Energy market volatility brings cashflow headaches to gas and power markets

Energy market volatility brings cashflow headaches to gas and power markets

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By Sean O'Brien, Head of Sales, OpenGamma

The changing weather conditions across the US continues to create volatility across energy markets. Last month, the cold front that glided through the US caused a spike in Henry Hub front-month volatility, driving record Henry Hub options volume. A staggering 300,000 electronic Henry Hub Natural Gas options were traded on screen as volatility jumped amid winter weather forecasts across the US. In total, CME Group cleared 1.5 million Henry Hub futures and options contracts in January.


Source: CME Group and Timera Energy


Source: CME Group

From extreme weather conditions leading to power grid issues in places like Texas, to the ongoing transition from traditional energy sources to renewables, there have been numerous factors contributing to increased price volatility across energy markets over recent times and there are more sources on the horizon.

For instance, US natural gas prices have plunged to a near-three-decade low this month as demand for the heating fuel as production surges to record levels following the country’s warmest winter on record. Looking further afield, Middle Eastern geopolitical tensions continue to affect supply chains, while a potential Trump presidential victory could see a reversal of the Inflation Reduction Act which could restrict investment in green energy.

There is no escaping the fact that events can have a huge impact on operating cash flow. As we witnessed at the peak of the volatility two years ago, firms used a combination of actions to not only to meet margin calls, but to also meet numerous other financial commitments. These actions ranged from raising money and increase borrowing, to reducing hedging activity and switching to non-cleared bi-lateral trades instead of exchange/cleared trades.

To ensure that firms are protected against future shocks, chief financial officers (CFOs) and chief risk officers (CROs) are investing in processes to help forecast future cash flows across physical and derivative trading. Whilst this exercise requires input from various different systems and data sets, the area which provides the biggest headache is forecasting cashflows related to initial margin.

Traditionally firms have used their existing risk systems, using value at risk (VAR) to forecast initial margin requirements but as we saw in 2022, it fails to capture the specificities of the exchange initial margin models. This creates huge variances between forecasts and actual requirements making forecasts worthless.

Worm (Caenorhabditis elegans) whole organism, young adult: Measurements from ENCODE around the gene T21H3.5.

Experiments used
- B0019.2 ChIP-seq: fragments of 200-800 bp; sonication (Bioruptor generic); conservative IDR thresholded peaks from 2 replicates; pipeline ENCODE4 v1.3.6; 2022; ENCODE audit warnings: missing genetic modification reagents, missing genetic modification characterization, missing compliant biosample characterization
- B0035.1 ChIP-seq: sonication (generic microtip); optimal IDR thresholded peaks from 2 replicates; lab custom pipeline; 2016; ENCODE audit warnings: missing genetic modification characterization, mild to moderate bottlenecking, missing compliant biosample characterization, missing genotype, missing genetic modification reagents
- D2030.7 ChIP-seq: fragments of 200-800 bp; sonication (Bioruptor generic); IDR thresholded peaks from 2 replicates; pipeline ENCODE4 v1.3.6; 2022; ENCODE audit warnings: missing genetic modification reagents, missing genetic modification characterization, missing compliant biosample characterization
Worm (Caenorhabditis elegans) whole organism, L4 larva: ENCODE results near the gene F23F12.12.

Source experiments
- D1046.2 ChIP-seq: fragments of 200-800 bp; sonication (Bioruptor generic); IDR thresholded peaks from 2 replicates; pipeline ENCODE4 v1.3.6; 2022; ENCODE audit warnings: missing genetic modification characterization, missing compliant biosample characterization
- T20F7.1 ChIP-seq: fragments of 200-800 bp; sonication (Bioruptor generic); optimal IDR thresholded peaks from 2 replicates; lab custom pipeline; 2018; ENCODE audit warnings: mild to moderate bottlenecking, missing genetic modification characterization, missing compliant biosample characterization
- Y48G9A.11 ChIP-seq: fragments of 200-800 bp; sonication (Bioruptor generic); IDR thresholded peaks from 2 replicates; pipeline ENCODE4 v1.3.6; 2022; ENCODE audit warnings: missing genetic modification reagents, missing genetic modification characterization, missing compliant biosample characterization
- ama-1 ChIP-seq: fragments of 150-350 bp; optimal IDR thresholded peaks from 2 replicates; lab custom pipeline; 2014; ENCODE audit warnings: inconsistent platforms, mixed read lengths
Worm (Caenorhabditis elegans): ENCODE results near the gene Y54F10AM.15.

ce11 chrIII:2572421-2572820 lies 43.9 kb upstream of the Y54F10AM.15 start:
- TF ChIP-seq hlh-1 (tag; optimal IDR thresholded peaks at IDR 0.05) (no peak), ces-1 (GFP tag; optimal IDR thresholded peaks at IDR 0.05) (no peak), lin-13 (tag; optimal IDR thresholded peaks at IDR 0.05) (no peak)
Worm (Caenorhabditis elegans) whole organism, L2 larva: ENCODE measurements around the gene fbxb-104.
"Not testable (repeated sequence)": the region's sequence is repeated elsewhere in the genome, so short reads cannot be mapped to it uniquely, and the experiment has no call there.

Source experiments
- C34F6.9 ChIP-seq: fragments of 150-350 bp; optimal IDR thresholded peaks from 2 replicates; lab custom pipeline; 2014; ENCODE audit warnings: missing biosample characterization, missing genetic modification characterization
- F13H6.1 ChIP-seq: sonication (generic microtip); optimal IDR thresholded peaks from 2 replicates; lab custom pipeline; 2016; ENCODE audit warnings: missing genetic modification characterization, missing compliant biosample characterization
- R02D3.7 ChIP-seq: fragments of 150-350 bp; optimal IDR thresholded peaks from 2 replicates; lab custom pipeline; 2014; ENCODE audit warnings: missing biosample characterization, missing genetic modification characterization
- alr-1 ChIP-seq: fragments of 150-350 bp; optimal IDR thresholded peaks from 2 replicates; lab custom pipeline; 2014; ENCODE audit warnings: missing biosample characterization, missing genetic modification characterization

This problem is amplified when options are included in a portfolio. Henry Hub Options as an example are premium-paid upfront contracts that generate NLV (Net Liquidating Value) which can be used to offset the Initial Margin Requirement and can significantly alter any cash forecast. The initial margin (IM) on options is dependent on predicted moves in underlying price and volatility that can impact potential losses as well as offsets with other parts of the portfolio, again making cash flow forecasting even more difficult to plan for.

Due to these complexities,  firms are moving away from VAR and towards systems that replicate the behaviour and components of the exchange margin models, improving their ability to forecast future cash flows which in turn impacts how much liquidity buffers are required.

The alternative approach is to hold excess cash reserves to cover all market events but given the higher interest rate environment which looks like it’s here to stay, the cost of such an approach is too costly for many.

As the energy market continues to grapple with volatility, trading firms must carefully evaluate their margin management strategies. With volatility showing little signs of disappearing anytime soon, balancing the delicate trade-offs between cost efficiency and risk mitigation will be crucial for energy trading firms seeking to thrive in an environment marked by constant fluctuations and uncertainties.

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